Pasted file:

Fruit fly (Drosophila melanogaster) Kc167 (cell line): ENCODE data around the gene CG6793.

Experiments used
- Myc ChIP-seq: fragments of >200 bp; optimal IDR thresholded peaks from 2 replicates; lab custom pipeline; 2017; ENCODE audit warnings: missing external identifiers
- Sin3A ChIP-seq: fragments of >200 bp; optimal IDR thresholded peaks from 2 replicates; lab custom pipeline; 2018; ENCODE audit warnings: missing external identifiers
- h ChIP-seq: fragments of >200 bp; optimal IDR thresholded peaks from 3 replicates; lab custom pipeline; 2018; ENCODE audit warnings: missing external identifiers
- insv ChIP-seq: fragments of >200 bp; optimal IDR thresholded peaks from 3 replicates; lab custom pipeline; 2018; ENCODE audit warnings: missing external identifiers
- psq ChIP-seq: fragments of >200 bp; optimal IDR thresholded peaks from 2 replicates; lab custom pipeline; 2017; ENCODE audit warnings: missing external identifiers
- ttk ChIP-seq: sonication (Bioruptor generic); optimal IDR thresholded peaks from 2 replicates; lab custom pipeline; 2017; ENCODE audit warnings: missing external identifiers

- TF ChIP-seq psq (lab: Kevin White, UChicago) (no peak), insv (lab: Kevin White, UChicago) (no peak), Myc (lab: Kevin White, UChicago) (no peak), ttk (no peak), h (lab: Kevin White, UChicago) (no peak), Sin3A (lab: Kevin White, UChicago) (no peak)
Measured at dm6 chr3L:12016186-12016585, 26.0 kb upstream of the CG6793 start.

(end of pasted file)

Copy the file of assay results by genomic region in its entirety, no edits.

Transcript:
Fruit fly (Drosophila melanogaster) Kc167 (cell line): ENCODE data around the gene CG6793.

Experiments used
- Myc ChIP-seq: fragments of >200 bp; optimal IDR thresholded peaks from 2 replicates; lab custom pipeline; 2017; ENCODE audit warnings: missing external identifiers
- Sin3A ChIP-seq: fragments of >200 bp; optimal IDR thresholded peaks from 2 replicates; lab custom pipeline; 2018; ENCODE audit warnings: missing external identifiers
- h ChIP-seq: fragments of >200 bp; optimal IDR thresholded peaks from 3 replicates; lab custom pipeline; 2018; ENCODE audit warnings: missing external identifiers
- insv ChIP-seq: fragments of >200 bp; optimal IDR thresholded peaks from 3 replicates; lab custom pipeline; 2018; ENCODE audit warnings: missing external identifiers
- psq ChIP-seq: fragments of >200 bp; optimal IDR thresholded peaks from 2 replicates; lab custom pipeline; 2017; ENCODE audit warnings: missing external identifiers
- ttk ChIP-seq: sonication (Bioruptor generic); optimal IDR thresholded peaks from 2 replicates; lab custom pipeline; 2017; ENCODE audit warnings: missing external identifiers

- TF ChIP-seq psq (lab: Kevin White, UChicago) (no peak), insv (lab: Kevin White, UChicago) (no peak), Myc (lab: Kevin White, UChicago) (no peak), ttk (no peak), h (lab: Kevin White, UChicago) (no peak), Sin3A (lab: Kevin White, UChicago) (no peak)
Measured at dm6 chr3L:12016186-12016585, 26.0 kb upstream of the CG6793 start.